“The Borgo Panigale Ducati site was equipped with 18 km of warehouse shelving, it was like a miniature Rinascente, it literally had everything, from sheets of every kind of metal in every thickness you could need, to varnishes and pins!”
Bruno Cavalieri Ducati
With the company’s growing production demands came a growing need for highly specialised employees. Technical training courses were organised at Ducati’s workshops, and in 1941 Bruno Ducati inaugurated the “Corso informativo sui problemi dell’orientamento professionale” (career guidance course).
The war years and the birth of the Ducati legacy.
The arrival of the Second World War saw Ducati’s production shift from civil to military, however the Ducati machine was abruptly interrupted on 12 October 1944 when the American army dropped 100 tonnes of explosives onto the Borgo Panigale factory, completely destroying it and causing damages equal to 450 million lire.
However, the financial consequences of the conflict did not dampen the creative spirit that the company was so invested in. In secret, they began planning new projects they would launch after the war, dividing up the tasks between the Ducati brothers: Adriano was the scientist and in charge of the mechanical aspects, Bruno the architect, sketching the plans for the factory, and Marcello human resources and public relations manager. Ducati’s production site remained in Borgo Panigale, whilst its administrative activities were transferred to Milan for political and security-related reasons.
With order restored, in 1946 production was started up again, but with a change of strategy. To respond to society’s new needs, the “Cucciolo” was introduced: the first auxiliary engine that could be mounted directly onto a bicycle. Economic, lightweight, and wonderfully simple, the Cucciolo was another global success.
However, due to the damages it had suffered, Ducati’s recovery was difficult, and following several attempts to get its production moving again, on 1 March 1948 the company applied for receivership through the Court of Milan. Dr Giuseppe Veroi was appointed sole administrator whilst Adriano and Marcello became “general consultants” and Bruno maintained his role as General Manager. And like that, the three brothers gave up the driving seat of their company.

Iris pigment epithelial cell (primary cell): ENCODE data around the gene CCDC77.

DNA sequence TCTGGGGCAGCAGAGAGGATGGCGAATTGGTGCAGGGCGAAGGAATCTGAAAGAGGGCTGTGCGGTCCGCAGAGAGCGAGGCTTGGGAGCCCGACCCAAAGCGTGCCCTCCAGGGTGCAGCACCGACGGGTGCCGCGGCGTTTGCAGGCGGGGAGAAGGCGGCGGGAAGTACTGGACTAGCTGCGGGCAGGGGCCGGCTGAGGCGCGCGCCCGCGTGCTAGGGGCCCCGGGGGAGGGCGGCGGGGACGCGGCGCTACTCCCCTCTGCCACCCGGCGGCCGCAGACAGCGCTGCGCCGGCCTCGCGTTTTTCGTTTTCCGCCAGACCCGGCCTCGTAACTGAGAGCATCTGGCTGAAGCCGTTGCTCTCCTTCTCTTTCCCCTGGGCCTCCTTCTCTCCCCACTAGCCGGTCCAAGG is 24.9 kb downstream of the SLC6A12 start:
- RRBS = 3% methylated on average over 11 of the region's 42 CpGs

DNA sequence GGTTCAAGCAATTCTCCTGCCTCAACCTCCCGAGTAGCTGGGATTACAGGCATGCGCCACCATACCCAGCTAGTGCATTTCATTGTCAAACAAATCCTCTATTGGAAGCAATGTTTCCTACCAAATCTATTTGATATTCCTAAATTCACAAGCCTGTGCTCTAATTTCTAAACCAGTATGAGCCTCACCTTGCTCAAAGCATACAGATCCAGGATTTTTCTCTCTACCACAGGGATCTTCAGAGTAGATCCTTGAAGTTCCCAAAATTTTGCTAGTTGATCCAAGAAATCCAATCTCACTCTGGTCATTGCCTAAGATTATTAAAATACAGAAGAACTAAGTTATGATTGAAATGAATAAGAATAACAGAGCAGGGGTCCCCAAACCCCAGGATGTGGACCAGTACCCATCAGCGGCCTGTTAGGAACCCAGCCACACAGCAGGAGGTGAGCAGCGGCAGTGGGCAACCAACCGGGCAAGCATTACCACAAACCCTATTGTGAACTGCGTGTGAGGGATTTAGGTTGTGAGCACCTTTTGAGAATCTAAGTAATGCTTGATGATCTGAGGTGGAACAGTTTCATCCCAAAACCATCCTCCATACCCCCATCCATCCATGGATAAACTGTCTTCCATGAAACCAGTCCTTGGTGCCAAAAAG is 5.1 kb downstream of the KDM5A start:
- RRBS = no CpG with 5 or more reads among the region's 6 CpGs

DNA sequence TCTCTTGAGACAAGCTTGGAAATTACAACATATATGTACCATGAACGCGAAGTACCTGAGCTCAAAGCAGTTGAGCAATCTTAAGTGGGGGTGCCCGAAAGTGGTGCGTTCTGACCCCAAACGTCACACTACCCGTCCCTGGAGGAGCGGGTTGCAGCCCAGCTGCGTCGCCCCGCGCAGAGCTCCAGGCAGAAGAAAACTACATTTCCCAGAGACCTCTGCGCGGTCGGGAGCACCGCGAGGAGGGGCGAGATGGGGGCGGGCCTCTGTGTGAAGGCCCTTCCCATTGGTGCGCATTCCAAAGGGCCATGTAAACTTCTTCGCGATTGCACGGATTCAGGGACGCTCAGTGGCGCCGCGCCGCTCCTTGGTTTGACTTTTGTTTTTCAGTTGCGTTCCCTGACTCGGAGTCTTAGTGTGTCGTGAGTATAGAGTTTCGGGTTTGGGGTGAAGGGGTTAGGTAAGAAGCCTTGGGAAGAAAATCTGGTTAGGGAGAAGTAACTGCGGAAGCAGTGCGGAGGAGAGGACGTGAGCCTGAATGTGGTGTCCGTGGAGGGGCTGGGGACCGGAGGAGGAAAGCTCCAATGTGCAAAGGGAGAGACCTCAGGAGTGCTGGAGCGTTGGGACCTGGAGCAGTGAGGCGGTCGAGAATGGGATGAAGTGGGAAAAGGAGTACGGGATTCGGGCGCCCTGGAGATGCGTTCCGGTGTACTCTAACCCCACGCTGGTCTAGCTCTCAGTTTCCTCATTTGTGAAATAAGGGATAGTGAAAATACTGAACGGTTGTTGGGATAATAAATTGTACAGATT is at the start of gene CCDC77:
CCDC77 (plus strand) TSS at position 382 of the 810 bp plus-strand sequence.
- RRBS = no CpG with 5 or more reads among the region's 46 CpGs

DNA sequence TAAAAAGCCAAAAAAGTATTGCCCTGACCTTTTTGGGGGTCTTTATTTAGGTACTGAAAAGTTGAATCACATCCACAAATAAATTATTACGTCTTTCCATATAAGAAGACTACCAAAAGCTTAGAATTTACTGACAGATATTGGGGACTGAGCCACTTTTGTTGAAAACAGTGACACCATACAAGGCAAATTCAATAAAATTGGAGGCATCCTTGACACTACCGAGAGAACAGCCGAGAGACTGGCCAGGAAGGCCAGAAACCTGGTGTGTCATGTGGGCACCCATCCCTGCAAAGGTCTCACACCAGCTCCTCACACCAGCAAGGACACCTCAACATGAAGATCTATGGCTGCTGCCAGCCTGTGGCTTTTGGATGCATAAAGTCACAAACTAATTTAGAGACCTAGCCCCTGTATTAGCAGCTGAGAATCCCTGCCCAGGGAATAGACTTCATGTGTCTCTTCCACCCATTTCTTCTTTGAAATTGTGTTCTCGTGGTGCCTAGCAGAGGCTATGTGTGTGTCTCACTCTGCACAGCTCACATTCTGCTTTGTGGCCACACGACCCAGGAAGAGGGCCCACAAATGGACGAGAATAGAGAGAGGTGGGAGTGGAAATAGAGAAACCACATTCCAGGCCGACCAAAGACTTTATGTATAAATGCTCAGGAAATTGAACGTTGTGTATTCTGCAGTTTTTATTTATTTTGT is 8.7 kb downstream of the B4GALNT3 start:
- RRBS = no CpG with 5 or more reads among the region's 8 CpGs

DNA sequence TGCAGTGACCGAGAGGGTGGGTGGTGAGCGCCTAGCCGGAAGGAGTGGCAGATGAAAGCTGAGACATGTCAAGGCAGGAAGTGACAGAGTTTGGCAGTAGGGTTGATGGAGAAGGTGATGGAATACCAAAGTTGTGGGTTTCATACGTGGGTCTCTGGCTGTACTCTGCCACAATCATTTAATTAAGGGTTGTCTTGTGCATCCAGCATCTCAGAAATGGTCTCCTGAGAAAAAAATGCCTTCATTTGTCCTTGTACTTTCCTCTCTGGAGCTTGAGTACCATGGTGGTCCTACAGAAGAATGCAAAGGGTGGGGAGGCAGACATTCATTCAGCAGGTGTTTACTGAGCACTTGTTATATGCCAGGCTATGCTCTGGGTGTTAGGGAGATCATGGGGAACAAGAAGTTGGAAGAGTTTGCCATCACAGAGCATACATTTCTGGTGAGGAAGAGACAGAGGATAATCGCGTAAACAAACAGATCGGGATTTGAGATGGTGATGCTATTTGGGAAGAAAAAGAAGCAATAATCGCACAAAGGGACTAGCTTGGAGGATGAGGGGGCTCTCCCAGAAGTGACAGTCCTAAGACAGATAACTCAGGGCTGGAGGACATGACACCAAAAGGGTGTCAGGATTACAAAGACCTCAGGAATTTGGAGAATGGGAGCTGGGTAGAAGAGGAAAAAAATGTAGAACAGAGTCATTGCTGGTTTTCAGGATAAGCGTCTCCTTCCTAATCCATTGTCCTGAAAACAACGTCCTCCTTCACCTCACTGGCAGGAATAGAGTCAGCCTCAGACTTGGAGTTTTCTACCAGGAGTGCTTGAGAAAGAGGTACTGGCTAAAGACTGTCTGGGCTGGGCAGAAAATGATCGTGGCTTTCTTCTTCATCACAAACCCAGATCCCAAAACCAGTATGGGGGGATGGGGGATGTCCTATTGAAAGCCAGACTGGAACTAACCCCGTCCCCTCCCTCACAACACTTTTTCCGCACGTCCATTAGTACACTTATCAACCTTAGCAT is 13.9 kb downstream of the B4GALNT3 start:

With 4300 employees, the “new” Ducati specialised in the mechanics, electronic radio and optical sectors. Production was split between two factories in Bologna and Milan: the first was used to manufacture the Cucciolo, condensers, the microcamera and the movie projector; whilst the latter specialised in the optical and mechanical industries. Just a few years into its new management, in 1953 the Borgo Panigale brand entered a new phase and two limited companies were born: Ducati Elettronica and Ducati Meccanica.
From that moment onwards, the brothers’ paths took them in different directions: Adriano moved to California to collaborate with Werner Von Braun, whilst Marcello and Bruno stayed in Milan to work on their new activities. The story of Ducati, however, continued, now in two separate branches. For Ducati Meccanica, the predecessor of the Ducati we know today, the beginning was anything but simple. The Cucciolo aside, production levels were not enough to compete with the other major Italian motorcycle companies. But a breakthrough was just around the corner: on 1 May 1954, engineer Fabio Taglioni walked through the door, inventing the revolutionary desmodromic engine and triumphing in the racing world, and subsequently igniting the unstoppable rise of the Borgo Panigale Reds.